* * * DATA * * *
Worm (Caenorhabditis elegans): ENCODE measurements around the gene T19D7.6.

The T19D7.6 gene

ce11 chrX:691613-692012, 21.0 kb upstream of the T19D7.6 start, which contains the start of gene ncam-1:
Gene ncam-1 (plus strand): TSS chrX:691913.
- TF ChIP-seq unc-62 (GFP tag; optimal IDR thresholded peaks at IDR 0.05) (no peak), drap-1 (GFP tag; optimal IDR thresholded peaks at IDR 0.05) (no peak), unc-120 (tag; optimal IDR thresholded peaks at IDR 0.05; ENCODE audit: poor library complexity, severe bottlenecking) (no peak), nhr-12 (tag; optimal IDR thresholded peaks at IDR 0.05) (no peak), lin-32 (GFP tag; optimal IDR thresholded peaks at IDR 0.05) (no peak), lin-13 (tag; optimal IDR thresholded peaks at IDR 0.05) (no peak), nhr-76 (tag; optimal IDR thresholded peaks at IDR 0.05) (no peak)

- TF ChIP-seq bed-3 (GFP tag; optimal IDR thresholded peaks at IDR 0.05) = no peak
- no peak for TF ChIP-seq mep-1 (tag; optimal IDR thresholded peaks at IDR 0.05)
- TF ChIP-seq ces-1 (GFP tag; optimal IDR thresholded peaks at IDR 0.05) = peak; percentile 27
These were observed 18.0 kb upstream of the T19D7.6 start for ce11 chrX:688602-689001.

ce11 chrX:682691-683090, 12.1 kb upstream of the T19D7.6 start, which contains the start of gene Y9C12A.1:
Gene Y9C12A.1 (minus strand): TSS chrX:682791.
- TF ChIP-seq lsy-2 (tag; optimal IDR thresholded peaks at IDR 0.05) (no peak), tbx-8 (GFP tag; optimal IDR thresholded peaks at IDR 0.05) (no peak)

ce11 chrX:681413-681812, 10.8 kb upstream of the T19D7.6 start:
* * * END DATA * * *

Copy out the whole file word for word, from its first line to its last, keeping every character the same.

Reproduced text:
Worm (Caenorhabditis elegans): ENCODE measurements around the gene T19D7.6.

The T19D7.6 gene

ce11 chrX:691613-692012, 21.0 kb upstream of the T19D7.6 start, which contains the start of gene ncam-1:
Gene ncam-1 (plus strand): TSS chrX:691913.
- TF ChIP-seq unc-62 (GFP tag; optimal IDR thresholded peaks at IDR 0.05) (no peak), drap-1 (GFP tag; optimal IDR thresholded peaks at IDR 0.05) (no peak), unc-120 (tag; optimal IDR thresholded peaks at IDR 0.05; ENCODE audit: poor library complexity, severe bottlenecking) (no peak), nhr-12 (tag; optimal IDR thresholded peaks at IDR 0.05) (no peak), lin-32 (GFP tag; optimal IDR thresholded peaks at IDR 0.05) (no peak), lin-13 (tag; optimal IDR thresholded peaks at IDR 0.05) (no peak), nhr-76 (tag; optimal IDR thresholded peaks at IDR 0.05) (no peak)

- TF ChIP-seq bed-3 (GFP tag; optimal IDR thresholded peaks at IDR 0.05) = no peak
- no peak for TF ChIP-seq mep-1 (tag; optimal IDR thresholded peaks at IDR 0.05)
- TF ChIP-seq ces-1 (GFP tag; optimal IDR thresholded peaks at IDR 0.05) = peak; percentile 27
These were observed 18.0 kb upstream of the T19D7.6 start for ce11 chrX:688602-689001.

ce11 chrX:682691-683090, 12.1 kb upstream of the T19D7.6 start, which contains the start of gene Y9C12A.1:
Gene Y9C12A.1 (minus strand): TSS chrX:682791.
- TF ChIP-seq lsy-2 (tag; optimal IDR thresholded peaks at IDR 0.05) (no peak), tbx-8 (GFP tag; optimal IDR thresholded peaks at IDR 0.05) (no peak)

ce11 chrX:681413-681812, 10.8 kb upstream of the T19D7.6 start: